The tendency of urban environments to produce anxiety is well documented in a range of theoretical and historical literature, but there is little current work that considers how public spaces might be designed to alleviate anxiety among their users. This paper presents a series of case studies taken from a lighting design project on the Kentish Town Road in north London to show how urban design can create a more psychologically inclusive public realm — one that offers greater psychological comfort — by enhancing the engagement between users of urban spaces and their environment. The argument is presented in the context of broader issues of social inclusion and other current movements in urban design.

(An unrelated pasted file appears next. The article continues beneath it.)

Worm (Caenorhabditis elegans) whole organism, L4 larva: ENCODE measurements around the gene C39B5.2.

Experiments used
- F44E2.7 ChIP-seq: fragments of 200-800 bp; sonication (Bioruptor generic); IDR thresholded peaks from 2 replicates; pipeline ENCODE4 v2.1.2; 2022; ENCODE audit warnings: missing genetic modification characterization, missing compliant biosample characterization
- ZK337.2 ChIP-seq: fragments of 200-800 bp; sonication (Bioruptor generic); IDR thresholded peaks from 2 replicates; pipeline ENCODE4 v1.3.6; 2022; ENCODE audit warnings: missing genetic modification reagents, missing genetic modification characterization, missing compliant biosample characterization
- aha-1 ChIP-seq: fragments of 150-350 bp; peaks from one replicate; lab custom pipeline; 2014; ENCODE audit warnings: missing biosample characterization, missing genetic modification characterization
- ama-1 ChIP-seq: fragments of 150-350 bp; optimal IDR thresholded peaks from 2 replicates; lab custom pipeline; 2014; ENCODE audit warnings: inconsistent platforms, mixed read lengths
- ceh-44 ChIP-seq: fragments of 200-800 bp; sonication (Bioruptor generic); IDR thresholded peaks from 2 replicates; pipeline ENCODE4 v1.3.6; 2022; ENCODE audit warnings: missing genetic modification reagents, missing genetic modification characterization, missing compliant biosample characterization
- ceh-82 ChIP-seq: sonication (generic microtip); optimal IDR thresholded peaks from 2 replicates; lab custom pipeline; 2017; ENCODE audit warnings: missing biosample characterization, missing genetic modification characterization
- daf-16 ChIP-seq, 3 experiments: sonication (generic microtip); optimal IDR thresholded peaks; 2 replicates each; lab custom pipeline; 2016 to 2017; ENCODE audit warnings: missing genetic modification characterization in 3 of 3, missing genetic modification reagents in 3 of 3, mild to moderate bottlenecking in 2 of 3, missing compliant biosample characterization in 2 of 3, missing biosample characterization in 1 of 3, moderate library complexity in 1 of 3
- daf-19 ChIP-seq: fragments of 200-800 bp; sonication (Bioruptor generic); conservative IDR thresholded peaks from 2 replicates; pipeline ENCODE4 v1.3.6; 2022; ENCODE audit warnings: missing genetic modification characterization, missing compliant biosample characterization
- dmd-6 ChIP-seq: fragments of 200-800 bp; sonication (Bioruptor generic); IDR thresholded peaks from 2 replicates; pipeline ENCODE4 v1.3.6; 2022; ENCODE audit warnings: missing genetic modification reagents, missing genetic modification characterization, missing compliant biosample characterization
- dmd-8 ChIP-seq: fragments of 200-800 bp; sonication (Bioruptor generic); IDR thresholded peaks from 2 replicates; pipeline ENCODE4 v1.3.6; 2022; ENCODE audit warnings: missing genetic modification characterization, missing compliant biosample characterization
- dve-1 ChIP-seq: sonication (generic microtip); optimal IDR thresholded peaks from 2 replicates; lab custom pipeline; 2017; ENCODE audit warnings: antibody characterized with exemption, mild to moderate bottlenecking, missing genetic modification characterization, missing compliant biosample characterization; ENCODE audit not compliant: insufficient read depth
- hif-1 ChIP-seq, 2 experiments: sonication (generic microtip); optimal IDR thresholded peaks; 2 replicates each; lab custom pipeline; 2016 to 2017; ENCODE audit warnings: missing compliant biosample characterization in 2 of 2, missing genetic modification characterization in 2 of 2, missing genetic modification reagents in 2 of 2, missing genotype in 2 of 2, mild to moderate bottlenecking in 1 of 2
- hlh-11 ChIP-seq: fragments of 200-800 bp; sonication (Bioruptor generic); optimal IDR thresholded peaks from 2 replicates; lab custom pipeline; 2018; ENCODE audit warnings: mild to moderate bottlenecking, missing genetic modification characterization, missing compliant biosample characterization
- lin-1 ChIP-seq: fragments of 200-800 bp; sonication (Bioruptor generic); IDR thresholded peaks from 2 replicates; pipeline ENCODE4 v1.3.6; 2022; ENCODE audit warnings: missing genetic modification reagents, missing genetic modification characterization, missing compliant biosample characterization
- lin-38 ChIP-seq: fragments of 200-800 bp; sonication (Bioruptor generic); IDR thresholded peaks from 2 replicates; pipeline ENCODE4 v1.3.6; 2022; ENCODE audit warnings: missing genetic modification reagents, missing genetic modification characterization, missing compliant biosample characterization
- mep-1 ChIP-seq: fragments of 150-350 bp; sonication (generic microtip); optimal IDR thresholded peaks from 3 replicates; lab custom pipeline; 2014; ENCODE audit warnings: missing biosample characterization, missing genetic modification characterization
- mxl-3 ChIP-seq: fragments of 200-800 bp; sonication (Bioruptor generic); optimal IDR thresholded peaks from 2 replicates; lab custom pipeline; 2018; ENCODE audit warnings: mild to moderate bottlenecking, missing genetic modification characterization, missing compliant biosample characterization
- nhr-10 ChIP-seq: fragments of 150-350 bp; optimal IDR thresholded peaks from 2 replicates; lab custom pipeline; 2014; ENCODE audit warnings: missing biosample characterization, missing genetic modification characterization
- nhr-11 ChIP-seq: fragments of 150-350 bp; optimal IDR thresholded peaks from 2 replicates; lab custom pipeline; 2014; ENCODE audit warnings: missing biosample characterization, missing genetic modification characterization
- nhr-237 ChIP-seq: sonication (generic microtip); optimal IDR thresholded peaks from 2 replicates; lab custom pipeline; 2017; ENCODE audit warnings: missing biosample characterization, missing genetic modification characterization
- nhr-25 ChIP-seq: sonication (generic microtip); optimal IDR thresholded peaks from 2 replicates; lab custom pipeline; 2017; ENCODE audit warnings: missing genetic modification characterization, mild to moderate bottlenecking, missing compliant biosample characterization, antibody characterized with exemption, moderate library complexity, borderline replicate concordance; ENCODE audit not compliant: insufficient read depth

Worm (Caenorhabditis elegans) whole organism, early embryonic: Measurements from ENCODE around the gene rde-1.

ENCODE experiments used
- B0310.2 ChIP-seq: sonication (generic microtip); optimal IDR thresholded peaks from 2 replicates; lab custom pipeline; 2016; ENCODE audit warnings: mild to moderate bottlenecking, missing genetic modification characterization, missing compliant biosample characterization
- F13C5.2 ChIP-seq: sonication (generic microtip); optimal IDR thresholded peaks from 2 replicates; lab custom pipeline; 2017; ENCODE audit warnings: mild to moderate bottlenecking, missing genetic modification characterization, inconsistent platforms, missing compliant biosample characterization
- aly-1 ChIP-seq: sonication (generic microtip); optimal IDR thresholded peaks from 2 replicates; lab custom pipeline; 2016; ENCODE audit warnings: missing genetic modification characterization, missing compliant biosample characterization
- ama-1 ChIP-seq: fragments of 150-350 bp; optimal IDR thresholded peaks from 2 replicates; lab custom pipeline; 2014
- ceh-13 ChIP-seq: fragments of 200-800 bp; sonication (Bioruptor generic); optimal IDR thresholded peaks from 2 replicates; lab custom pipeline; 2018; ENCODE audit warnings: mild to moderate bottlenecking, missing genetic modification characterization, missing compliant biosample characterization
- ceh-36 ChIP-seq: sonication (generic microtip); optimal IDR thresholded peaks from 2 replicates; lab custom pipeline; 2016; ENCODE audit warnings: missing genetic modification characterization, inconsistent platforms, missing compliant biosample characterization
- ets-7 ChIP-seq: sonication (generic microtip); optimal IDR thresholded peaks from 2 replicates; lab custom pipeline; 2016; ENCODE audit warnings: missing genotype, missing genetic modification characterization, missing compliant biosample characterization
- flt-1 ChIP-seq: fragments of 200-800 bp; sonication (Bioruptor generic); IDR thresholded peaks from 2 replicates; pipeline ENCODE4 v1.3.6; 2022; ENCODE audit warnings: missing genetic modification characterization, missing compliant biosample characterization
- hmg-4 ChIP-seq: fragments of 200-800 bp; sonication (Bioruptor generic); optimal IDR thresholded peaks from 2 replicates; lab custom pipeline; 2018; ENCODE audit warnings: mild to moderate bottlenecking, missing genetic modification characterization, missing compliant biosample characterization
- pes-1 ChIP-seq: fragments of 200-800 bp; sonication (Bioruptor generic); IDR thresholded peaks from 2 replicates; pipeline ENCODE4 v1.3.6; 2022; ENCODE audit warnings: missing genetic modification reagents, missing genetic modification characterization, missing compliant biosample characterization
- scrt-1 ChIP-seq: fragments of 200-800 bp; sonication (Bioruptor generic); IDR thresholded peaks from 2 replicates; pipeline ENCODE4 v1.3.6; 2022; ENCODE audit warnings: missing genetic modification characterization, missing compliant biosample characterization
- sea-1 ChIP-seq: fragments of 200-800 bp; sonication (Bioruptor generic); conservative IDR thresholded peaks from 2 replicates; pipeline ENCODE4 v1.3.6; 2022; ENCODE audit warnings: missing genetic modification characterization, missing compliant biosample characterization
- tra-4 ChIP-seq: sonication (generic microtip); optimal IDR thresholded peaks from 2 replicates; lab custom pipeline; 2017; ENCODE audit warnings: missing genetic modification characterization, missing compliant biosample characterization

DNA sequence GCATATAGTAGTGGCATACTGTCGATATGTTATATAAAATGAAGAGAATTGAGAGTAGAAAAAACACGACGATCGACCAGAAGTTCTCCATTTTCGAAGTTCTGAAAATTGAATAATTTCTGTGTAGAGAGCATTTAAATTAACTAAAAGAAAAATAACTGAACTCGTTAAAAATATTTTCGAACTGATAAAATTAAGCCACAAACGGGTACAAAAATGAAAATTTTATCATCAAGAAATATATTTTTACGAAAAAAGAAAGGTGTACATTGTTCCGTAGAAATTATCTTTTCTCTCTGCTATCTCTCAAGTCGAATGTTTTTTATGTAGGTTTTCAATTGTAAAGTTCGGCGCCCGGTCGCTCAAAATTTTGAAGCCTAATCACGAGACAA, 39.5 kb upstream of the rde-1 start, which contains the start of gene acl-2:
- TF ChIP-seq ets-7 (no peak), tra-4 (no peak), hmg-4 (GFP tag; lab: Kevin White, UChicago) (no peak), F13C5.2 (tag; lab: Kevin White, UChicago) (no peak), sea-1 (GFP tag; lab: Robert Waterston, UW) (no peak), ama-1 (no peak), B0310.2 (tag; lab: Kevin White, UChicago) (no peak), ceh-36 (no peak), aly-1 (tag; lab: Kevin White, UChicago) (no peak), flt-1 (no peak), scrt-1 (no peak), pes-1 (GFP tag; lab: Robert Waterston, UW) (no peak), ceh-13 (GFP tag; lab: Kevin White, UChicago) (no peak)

Dillon, R. (2005), "Designing urban space for psychological comfort: the Kentish Town Road project", Journal of Public Mental Health, Vol. 4 No. 4, pp. 10-20. https://doi.org/10.1108/17465729200500027Download as .RIS
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